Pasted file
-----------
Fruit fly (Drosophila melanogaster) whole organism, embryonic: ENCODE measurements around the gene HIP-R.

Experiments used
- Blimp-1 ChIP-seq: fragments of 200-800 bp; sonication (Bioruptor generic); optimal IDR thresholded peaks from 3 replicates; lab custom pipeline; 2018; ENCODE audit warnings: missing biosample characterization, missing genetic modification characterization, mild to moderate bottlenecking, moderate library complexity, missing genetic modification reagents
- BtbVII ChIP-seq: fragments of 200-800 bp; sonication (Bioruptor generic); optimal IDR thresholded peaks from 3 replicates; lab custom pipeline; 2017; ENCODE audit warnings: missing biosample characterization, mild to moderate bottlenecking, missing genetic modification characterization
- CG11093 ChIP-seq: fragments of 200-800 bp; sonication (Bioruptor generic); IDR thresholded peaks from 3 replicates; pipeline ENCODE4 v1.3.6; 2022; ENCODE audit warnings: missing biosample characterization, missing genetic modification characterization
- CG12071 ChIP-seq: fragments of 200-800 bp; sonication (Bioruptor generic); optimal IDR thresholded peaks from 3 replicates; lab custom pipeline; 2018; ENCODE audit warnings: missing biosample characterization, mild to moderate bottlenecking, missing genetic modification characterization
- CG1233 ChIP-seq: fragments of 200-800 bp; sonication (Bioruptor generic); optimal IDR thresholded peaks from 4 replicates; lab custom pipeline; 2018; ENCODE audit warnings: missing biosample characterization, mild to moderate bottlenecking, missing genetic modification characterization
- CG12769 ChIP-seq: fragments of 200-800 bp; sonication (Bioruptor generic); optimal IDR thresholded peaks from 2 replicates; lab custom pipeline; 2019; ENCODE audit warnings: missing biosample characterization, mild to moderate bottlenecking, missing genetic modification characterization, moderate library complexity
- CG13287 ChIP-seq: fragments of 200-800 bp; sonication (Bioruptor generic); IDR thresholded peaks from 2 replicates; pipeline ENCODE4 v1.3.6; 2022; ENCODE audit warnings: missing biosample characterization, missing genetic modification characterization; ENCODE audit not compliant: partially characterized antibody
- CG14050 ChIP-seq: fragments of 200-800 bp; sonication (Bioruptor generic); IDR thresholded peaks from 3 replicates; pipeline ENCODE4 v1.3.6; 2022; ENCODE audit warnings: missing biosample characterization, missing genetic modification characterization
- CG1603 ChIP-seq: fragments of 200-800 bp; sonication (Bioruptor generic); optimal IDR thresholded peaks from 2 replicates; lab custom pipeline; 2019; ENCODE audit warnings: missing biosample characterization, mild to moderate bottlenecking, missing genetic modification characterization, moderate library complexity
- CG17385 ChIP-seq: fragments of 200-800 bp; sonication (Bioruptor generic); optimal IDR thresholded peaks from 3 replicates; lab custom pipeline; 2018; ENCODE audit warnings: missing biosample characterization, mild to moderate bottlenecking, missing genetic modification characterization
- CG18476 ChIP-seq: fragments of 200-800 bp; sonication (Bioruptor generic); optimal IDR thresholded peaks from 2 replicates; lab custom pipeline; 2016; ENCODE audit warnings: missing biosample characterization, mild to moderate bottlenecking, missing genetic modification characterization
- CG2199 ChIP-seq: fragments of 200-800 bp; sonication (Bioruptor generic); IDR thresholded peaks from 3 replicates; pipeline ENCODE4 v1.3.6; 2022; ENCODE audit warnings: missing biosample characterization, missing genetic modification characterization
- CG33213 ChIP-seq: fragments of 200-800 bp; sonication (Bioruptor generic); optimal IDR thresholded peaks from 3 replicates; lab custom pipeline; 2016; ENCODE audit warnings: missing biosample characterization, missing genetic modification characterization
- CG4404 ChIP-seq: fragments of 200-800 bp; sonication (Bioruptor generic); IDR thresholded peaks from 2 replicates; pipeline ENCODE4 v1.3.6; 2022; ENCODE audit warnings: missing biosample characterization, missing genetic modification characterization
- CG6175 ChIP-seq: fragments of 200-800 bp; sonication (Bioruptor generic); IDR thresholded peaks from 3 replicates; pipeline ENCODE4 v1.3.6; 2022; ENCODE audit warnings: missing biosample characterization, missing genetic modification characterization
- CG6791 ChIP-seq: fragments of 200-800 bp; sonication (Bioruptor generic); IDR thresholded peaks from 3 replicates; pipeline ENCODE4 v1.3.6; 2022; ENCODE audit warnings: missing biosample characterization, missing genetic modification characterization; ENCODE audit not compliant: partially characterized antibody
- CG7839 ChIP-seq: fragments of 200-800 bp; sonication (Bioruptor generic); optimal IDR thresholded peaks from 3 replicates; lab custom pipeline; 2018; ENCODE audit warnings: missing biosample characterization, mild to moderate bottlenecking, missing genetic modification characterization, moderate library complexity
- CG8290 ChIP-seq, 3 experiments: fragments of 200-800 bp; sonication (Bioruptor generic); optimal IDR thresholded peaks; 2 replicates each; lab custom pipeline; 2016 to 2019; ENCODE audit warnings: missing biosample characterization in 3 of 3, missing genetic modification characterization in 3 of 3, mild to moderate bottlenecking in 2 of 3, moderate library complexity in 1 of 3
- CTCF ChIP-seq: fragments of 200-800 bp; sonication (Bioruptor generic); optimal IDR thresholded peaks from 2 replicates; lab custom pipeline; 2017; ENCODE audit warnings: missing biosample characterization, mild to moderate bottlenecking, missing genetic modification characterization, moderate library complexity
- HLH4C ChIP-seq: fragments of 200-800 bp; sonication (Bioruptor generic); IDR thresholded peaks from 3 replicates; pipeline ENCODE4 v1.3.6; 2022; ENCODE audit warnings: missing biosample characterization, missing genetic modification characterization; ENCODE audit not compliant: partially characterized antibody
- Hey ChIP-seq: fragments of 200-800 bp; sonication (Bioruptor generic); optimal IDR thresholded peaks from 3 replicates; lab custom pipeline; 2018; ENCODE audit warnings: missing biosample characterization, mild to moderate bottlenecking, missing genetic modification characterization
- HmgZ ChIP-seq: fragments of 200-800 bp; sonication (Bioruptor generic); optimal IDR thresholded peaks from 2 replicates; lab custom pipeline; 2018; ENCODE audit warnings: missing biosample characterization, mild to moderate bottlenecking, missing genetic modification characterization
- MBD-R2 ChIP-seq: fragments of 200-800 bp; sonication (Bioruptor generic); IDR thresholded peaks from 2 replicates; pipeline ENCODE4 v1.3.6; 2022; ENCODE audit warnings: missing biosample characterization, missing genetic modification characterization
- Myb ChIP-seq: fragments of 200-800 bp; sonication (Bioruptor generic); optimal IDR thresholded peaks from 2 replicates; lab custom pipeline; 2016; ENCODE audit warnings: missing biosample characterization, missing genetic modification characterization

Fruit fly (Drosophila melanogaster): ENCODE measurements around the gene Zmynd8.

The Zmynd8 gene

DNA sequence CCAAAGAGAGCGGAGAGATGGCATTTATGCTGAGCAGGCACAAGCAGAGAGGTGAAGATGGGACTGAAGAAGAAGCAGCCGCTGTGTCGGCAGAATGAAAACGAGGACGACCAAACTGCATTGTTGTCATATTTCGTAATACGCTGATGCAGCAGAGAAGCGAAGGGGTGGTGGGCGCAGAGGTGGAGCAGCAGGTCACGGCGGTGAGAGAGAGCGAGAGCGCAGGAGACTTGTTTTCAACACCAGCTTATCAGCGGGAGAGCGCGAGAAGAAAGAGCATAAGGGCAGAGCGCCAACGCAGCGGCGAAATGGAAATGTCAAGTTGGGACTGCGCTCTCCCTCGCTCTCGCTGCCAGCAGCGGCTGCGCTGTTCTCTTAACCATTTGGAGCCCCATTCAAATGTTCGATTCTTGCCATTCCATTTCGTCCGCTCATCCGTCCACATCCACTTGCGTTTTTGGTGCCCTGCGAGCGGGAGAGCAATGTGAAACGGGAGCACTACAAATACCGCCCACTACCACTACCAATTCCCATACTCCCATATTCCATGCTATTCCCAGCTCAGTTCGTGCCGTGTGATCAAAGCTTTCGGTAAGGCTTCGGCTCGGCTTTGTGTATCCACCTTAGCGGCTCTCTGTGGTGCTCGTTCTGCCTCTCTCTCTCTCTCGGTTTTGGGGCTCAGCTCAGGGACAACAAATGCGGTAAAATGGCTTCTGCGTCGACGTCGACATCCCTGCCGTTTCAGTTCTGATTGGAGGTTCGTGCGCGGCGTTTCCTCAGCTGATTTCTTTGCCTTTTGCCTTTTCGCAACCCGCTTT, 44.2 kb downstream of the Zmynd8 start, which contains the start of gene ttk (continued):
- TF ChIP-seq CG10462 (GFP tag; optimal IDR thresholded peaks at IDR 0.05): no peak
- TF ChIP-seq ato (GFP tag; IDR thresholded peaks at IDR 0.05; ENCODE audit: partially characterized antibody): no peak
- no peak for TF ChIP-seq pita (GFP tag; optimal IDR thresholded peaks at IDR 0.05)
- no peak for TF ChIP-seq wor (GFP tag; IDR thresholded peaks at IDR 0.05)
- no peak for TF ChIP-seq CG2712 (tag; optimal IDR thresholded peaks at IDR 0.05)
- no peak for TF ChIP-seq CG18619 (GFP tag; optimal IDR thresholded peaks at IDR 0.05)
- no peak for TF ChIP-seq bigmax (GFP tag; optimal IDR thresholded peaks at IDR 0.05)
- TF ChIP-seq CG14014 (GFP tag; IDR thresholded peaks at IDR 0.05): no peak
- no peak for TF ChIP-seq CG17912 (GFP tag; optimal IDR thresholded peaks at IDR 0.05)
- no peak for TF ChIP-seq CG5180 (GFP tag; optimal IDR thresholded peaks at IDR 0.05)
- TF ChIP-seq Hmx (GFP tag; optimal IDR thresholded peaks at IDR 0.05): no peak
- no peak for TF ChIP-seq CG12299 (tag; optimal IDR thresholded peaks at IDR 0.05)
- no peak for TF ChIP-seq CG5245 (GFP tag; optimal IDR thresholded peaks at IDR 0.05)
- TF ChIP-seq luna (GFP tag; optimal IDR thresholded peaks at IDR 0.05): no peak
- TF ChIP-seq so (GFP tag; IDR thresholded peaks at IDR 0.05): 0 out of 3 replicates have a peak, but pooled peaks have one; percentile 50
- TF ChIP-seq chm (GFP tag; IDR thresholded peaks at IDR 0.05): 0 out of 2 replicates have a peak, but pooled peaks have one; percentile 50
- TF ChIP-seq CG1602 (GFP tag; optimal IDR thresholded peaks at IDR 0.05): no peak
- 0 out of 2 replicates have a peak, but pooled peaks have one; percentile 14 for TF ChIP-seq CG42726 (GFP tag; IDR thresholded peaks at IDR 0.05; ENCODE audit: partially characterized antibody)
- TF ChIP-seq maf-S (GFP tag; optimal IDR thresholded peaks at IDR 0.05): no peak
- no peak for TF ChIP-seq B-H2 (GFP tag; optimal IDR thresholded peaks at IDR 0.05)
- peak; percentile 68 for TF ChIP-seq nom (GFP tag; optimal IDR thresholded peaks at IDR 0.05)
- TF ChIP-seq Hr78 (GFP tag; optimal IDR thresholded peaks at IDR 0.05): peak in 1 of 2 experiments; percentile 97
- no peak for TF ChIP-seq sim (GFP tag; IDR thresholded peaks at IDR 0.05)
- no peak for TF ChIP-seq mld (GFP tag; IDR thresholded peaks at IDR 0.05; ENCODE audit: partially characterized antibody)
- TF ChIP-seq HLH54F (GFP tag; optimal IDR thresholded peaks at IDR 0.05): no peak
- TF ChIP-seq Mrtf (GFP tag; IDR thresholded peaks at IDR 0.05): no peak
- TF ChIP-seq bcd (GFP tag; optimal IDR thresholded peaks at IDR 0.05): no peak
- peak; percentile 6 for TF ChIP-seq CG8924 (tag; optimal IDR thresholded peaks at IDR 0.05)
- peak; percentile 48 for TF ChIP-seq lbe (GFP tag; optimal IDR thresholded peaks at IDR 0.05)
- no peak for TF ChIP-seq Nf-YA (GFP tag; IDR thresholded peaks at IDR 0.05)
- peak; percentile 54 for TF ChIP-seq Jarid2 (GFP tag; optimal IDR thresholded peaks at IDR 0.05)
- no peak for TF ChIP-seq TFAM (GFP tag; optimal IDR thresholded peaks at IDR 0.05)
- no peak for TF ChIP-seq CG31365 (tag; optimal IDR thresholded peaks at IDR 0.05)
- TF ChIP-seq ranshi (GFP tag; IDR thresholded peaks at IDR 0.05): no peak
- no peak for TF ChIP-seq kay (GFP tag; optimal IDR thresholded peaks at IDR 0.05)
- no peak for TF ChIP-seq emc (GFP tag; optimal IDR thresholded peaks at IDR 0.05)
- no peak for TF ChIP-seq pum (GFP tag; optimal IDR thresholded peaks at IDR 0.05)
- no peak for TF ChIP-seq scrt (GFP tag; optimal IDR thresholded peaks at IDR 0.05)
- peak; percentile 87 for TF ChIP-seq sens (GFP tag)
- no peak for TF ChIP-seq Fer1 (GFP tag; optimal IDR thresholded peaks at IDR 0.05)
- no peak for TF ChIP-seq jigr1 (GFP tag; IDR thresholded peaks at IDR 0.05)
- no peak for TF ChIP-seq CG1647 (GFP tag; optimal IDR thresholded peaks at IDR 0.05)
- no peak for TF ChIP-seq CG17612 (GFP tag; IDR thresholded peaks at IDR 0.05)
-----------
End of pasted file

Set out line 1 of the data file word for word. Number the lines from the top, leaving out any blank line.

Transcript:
Fruit fly (Drosophila melanogaster) whole organism, embryonic: ENCODE measurements around the gene HIP-R.